John D. Gabel
jdg95005 at uconnvm.uconn.edu
Thu Sep 28 13:39:16 EST 2000
Hello. I am going to try to get through this without leaving too many bases
I can not seem to isolate plant nuclei. I have tried several buffers and
permutations of buffers (With/without spermine, w/w-o DTT, w/w-o RNAse,
MOPS, HEPES, PBS etc.) I have run ranges of salt and pH around 6.8 to 7.5.
I have tried boosting salt concentrations and lowering salt concentrations
and so on. My plant of interest is an aquatic mustard very closely related
to horseradish. It grows in rosettes and produces very small leaves (so
obtaining the freshest youngest leaves are and issue) These leaves can get
to be about 0.5 g of lamina when older.
My protocol of greatest effect was to use a tris buffer of Pfosser et al
(1995?). I chopped 0.75 g of leaf tissue in 3 ml of this buffer on ice and
kept everything on ice. I let his incubate for 30 min. I got roughly 4-5
nuclei/50microliters. These nuclei were very mangled looking and there were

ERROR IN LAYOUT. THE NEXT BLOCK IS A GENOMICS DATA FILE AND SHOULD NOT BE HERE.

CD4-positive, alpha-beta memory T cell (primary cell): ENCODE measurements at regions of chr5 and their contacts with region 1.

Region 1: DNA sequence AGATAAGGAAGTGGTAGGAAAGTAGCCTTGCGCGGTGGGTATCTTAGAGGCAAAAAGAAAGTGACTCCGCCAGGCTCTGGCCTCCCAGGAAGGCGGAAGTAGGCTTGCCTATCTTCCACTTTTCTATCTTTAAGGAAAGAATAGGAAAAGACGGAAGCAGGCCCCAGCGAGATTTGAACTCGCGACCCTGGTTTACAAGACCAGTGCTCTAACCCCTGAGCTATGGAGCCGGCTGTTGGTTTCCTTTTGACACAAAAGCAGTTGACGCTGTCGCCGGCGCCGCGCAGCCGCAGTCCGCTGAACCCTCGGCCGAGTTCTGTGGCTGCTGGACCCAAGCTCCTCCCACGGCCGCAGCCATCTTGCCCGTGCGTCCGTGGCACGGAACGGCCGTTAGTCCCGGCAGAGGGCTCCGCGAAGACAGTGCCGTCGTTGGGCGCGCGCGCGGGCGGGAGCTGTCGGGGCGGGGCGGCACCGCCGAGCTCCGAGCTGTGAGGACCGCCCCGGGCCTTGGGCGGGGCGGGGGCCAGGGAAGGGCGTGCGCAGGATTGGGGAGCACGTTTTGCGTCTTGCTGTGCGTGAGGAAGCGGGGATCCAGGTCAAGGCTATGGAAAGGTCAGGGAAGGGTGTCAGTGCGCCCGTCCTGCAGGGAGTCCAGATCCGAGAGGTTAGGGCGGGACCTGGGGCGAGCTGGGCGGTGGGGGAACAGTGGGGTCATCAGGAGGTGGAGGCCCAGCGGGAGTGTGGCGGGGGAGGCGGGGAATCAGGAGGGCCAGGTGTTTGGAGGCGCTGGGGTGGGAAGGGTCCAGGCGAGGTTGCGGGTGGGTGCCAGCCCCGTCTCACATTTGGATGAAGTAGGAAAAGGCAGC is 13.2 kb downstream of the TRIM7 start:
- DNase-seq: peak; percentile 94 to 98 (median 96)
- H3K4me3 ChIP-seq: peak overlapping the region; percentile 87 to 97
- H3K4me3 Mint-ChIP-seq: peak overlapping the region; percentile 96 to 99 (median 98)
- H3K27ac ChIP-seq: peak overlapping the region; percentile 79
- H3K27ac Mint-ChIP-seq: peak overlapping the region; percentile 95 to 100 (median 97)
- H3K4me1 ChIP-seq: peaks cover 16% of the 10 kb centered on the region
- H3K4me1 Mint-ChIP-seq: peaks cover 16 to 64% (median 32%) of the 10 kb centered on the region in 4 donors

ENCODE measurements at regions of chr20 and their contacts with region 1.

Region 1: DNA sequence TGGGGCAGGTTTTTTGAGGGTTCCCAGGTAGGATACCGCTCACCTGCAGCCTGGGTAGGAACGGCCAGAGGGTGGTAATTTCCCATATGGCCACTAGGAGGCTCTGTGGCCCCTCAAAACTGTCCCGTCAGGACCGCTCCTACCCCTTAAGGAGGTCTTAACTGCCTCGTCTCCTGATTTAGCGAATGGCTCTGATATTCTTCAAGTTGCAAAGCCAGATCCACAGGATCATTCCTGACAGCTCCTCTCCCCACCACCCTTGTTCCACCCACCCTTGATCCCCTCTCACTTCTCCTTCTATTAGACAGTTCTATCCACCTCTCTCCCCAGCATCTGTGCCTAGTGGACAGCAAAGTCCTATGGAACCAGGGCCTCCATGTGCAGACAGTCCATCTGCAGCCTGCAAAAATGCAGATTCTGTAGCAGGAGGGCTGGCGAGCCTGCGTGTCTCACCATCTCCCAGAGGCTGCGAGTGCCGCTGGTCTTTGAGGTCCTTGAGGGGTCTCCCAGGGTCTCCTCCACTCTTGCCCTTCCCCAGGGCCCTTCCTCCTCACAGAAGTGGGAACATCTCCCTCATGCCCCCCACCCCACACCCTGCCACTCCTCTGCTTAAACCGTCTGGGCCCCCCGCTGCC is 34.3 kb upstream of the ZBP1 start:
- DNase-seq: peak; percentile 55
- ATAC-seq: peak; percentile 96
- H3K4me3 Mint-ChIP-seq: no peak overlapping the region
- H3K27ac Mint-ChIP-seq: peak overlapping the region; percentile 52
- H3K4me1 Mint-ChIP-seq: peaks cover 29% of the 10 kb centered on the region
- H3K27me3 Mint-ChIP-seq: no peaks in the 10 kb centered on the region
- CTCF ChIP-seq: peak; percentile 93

many that were lysed (as viewed in phase under 400x). When i then stained
this prep with PI there were tons of starch grains staining and almost no
nuclei (I could see chromosomes from lysed nuclei) I found only 2 intact
nuclei in one prep of this........Now I know that most of you would say,
"Raise the salt John!" But that has not seemed to help the situation. So,
this buffer has .5% Triton X in it. Is that maybe too high? What is a good
typical buffer that people use? (General guidline) What things do you play
with other than salt concentration to optimize a buffer? There is no course
for me to take on this. I have read every book i can get my hands on. The
guy who owns the FACscaliber i am using only looks at surface antigens in
t-cells so he claims he can not help me.
I realize that there are many things that I can be doing wrong. I am unsure
about what questions I should be asking. Can someone suggest and approach?
Is there a big book of plant flowcytometric methods? Thanks in advance.
--John D. Gabel
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